By Roger Barbee
We all have days or dates that are permanent parts of our psyches, such as Dec. 7, 1942.
If you are a younger reader, you many recall vividly where you were on the morning of Nov. 22, 1963 and what you were doing. I was sitting in the Ms. Grey's English class when the horrible news from Dallas was announced.
Events such as births, weddings, deaths, certain birthdays, and others of importance have a way of imprinting themselves on our souls. However, not all events are equal, nor good nor sad, just events that for whatever reason an individual will recall with vivid recollection in years to come. For instance, certain events of my life, long ago or recentl, I carry with me for obvious and not-so-obvious reasons.
I remember: the fall afternoon that I entered a jewelry store to make a small purchase and came out 45 minutes later with the phone number of the woman who sold me the $35 chain and our wedding that summer; the last time I saw David Hooper and rubbed his feet as hospice tended to his pain; the sweet summer days on Lake George with Jim Carrig and other friends; my walks along the Ridgeway each July; and some poor decisions that I would rather not remember, but do, for their influence on my life.
One event that I choose to keep alive happened 13 years ago today, and it is as important as any in my life. Aug. 13, 2001, at 3:30 p.m., was the day I lost my legs, changing my life.
In a letter to a friend in 1817, the Romantic poet John Keats writes: "The first thing that strikes me on hearing a Misfortune having befallen another is this. 'Well it cannot be helped - he will have the pleasure of trying the resources of his spirit.'"
All these years later, Keats, who intimately knew misfortune, offers us all good advice. Given the opportunity and time, our spirit, that wonderful human spirit, will help overcome whatever event of infamy has occurred. And, as Keats observes, some events of human life cannot be helped, such as the tuberculosis that killed Thomas, his younger brother, and Keats himself. Keats' spirit was such that in 1820, dying in Rome where he had gone for the drier weather in hopes of curing his infection, he writes Charles Brown his last letter, "I can scarcely bid you goodbye, even in a letter. I always made an awkward bow." Even with the misfortune of tuberculosis and facing death far from his home, Keats' spirit is evident in his words.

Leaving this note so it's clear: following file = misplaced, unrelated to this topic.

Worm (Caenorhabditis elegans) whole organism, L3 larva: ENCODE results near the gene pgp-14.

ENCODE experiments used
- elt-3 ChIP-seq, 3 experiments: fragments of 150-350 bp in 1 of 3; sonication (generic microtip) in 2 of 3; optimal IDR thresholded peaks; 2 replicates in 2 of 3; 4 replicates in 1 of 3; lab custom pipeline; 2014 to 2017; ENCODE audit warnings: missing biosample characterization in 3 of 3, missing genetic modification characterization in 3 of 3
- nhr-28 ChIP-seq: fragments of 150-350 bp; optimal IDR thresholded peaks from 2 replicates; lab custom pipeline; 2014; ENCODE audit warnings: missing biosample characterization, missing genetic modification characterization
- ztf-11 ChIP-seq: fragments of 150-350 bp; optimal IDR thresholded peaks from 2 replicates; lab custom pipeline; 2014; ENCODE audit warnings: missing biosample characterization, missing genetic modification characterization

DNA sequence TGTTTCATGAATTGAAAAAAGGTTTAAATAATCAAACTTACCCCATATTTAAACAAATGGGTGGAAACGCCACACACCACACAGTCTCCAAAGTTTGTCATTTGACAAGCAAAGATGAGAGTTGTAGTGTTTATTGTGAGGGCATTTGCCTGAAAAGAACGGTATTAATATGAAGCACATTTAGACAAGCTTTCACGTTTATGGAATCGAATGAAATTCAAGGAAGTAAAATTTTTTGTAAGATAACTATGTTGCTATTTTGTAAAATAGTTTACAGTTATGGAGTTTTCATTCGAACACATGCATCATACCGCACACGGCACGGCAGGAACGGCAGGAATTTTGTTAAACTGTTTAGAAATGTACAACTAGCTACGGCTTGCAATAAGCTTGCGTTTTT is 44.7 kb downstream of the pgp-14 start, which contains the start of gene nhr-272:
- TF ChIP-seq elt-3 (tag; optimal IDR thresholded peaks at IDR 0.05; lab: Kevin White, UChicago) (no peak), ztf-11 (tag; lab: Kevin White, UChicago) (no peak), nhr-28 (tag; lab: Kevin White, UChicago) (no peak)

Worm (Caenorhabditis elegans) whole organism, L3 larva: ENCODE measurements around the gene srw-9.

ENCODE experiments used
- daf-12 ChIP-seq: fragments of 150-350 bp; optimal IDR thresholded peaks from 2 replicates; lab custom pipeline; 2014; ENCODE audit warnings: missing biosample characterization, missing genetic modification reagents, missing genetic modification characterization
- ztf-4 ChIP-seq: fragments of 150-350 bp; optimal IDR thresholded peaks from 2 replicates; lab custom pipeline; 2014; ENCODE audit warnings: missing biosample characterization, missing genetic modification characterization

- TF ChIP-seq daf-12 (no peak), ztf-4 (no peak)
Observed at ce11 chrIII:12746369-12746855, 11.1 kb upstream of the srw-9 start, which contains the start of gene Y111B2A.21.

Toward the end of Aleksandr Solzhenitsyn's tale of the Russian gulag, "One Day in the Life of Ivan Denisovich," the reader meets prisoner Y-81, who has been serving year after year of hard labor. He has no hair or teeth, but when he sits at the mess hall table to eat his gruel with a worn, old wooden spoon, he does not bend over but "brought the spoon up to his mouth." He sits ramrod straight, and "didn't put his eight ounces [of gruel] in all the filth on the table like everybody else but laid it on a clean little piece of rag that's been washed over and over again." This unnamed prisoner, who serves one 10-year sentence at hard labor only to find another 10 years slapped on, finds a way for his human spirit to shine through the grime of his surroundings.
Each Aug. 13, at 3:30 p.m., I pause for a moment and think of how that accident has changed my life - not for the bad but for the good. Sure, I have not raced any marathons since then or hiked on the Appalachian Trail. However, that building collapsing on me has given me a new way of living and has made me slow down and be more reflective. It was not an event that I had planned or anticipated, but as Keats observed, it gave me an opportunity to try resources of my spirit. Family and friends also have helped my spirit.
The summer after the accident, I returned to Oxford for work. As usual, one day I went to a favorite haberdasher where I always purchased a tie or two. The same salesman who had always helped me did again, and after my purchase he inquired as to what had happened. After I recounted the accident, he looked out through the shop window onto Turl Street, seeing something only he could see and, as he looked back to me, said, "Well, get on with it."
Coming from a survivor of WWII, I find that good advice.
Roger Barbee is a retired educator who lives in Edinburg with his wife Mary Ann, four dogs and five cats. Email him at firstname.lastname@example.org.